Diverse experiences of unpaid carers across the caring trajectory

Diane Fox In progress  


The number of people caring for an elderly, sick or disabled relative is growing worldwide, so finding the optimum ways to support them in their caring role is increasingly important.

The experiences of people supporting a friend or relative who needs help because of an illness, disability or frailty can be very different. The differences can be shaped by many things including time. Very little research has explored how caring changes over time. In addition, most research involves carers of people with a specific health condition, but does not compare results for carers of people with other conditions. Comparing different groups of carers can be useful to find out what support particular groups of carers need.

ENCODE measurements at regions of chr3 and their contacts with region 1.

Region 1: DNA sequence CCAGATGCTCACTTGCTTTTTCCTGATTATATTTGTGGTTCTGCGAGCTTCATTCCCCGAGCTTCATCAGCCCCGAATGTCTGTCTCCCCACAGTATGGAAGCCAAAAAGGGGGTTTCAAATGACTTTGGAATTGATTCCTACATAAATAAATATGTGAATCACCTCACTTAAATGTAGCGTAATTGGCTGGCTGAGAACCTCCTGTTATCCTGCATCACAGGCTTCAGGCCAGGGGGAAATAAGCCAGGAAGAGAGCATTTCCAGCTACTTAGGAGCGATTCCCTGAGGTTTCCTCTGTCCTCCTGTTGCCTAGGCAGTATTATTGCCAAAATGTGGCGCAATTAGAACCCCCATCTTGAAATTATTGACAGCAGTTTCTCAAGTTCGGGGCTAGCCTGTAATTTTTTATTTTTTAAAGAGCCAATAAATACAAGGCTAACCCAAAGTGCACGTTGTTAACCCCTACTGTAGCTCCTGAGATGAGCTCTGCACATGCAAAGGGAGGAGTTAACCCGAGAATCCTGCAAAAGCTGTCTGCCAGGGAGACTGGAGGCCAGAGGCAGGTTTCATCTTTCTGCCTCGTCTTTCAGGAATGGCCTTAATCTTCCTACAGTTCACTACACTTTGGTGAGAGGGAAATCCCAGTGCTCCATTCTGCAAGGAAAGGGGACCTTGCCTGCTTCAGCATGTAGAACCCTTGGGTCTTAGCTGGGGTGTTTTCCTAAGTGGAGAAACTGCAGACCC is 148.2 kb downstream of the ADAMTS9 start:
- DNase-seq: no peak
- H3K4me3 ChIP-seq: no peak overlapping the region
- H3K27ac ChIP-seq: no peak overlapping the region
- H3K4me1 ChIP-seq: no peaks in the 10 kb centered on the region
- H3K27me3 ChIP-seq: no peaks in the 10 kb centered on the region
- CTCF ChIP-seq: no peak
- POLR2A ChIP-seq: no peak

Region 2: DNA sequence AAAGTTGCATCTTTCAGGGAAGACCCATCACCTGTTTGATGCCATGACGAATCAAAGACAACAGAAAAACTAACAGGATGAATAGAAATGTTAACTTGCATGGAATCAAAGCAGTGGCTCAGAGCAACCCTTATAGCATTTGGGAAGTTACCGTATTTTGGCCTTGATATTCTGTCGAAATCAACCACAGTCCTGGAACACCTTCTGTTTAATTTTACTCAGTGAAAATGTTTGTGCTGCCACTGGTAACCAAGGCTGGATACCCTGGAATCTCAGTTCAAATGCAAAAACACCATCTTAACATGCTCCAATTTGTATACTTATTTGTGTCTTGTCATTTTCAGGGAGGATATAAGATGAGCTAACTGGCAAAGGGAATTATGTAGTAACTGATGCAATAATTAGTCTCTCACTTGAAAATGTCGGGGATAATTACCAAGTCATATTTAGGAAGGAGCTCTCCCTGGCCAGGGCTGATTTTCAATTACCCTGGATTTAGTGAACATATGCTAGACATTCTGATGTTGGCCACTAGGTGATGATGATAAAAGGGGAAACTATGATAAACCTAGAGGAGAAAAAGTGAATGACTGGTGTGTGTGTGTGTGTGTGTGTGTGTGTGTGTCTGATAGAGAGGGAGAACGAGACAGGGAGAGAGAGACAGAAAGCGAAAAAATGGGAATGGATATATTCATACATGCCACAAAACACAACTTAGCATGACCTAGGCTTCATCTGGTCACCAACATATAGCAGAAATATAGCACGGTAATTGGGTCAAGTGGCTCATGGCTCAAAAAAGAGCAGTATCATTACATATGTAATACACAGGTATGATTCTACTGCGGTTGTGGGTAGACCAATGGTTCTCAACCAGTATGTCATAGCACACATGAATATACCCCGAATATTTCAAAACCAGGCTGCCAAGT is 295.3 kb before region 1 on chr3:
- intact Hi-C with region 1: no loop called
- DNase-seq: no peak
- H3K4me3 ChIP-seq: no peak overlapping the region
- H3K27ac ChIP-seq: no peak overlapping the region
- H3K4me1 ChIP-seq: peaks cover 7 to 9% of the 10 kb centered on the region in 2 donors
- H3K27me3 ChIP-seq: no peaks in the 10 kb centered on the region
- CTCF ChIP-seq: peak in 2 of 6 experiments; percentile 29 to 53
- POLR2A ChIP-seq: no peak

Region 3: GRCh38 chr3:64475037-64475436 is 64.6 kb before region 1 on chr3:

The main aim of this study is to understand the factors carers consider linked to their satisfaction with social services and quality of life over time.


A questionnaire will be sent to a sample of carers recruited via local authorities containing repeated measures previously collected in the 2018/19 PSS SACE plus additional questions. The degree to which carers’ satisfaction and quality of life scores differ from scores collected around 18 months before the start of this study will be examined. Factors associated with changes will be explored and subgroups of carers compared.

Sixty semi-structured telephone interviews will be conducted, including a subset of survey participants and ‘seldom heard’ carers recruited via community groups and informal networks, to provide further in-depth information about the services, support and other factors carers perceive as contributory to their satisfaction and quality of life over time.